City parks and playgrounds named for a specific person usually memorialize a political bigwig or community leader, not an artist.
It’s not that he doesn’t deserve the honor. Saint-Gaudens created many of late 19th century America’s most beautiful bronze sculptures.
He’s the genius behind the 1881 Admiral Farragut statue in Madison Square Park, as well as General Sherman on a horse led by winged Victory at Grand Army Plaza on Fifth Avenue, unveiled in 1903.
So why was his name given to a playground opened in 1966? It must have to do with his roots in the neighborhood.
When he was a boy, his French-born father, a cobbler, opened a shop on Fourth Avenue (now Park Avenue South) and 21st Street.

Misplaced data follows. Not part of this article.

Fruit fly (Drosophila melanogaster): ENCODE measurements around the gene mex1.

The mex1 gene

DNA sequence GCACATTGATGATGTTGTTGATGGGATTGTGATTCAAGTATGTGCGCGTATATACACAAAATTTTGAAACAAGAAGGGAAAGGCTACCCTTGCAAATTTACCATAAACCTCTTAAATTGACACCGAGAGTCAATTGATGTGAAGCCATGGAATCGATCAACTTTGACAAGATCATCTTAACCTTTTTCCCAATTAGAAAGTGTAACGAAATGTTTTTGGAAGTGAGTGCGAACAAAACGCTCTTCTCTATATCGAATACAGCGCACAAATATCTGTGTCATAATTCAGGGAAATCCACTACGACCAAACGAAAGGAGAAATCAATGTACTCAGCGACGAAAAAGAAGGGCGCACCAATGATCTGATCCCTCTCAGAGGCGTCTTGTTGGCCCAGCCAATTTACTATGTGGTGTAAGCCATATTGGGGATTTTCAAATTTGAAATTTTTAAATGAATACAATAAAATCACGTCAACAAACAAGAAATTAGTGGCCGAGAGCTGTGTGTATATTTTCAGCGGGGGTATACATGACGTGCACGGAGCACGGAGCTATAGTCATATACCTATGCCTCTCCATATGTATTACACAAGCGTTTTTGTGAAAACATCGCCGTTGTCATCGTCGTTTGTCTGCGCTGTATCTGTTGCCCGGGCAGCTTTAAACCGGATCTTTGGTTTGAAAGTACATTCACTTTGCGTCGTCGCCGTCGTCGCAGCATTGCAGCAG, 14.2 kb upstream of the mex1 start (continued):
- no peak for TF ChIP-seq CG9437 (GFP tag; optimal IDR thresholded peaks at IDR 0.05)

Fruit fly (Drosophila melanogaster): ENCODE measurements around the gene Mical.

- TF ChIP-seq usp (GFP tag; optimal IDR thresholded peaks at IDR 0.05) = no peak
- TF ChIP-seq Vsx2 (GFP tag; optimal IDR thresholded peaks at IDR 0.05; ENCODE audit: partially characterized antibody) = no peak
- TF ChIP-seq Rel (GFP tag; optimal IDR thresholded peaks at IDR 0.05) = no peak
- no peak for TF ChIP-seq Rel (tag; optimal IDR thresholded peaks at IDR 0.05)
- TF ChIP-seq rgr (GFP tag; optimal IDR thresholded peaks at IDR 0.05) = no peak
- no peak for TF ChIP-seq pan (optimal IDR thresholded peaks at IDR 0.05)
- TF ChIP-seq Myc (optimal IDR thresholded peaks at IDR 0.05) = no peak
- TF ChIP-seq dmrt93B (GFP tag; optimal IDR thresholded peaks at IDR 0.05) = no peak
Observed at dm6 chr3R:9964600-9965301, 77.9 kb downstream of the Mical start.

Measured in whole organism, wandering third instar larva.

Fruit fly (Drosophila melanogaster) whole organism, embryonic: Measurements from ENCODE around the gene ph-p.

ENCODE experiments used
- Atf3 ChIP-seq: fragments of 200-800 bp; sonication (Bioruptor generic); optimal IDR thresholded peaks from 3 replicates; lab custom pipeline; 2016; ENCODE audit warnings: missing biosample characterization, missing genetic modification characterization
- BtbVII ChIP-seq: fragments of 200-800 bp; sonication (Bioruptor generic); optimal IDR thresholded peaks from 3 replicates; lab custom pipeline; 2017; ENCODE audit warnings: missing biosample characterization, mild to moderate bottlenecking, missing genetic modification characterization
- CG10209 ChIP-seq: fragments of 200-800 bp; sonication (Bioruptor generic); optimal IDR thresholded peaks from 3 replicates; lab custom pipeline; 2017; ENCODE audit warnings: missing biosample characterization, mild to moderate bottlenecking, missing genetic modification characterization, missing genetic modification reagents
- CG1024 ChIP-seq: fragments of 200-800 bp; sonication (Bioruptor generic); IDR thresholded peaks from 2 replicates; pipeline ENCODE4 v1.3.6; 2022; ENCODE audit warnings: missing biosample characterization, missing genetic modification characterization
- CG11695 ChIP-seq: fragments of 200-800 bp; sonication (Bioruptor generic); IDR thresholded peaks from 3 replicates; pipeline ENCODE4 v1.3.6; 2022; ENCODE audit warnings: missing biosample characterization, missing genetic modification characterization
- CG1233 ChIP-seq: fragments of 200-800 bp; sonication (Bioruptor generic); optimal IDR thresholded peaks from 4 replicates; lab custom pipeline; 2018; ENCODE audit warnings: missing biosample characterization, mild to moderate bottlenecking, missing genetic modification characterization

As a student, Saint-Gaudens attended Cooper Union and the National Academy of Design, on 23rd Street in the 1860s.
He then got himself a studio on 14th Street and Fourth Avenue—in the same building as up-and-coming architects Stanford White and Charles McKim.
Tags: 19th century New York artists, Admiral Farragut statue, art schools in New York City, Augustus Saint-Gaudens, Augustus Saint-Gaudens playground, famous sculptors, Fourth Avenue New York City, General Sherman statue, Grand Army Plaza sculptures, Second Avenue playgrounds, Stanford White, winged victory sculpture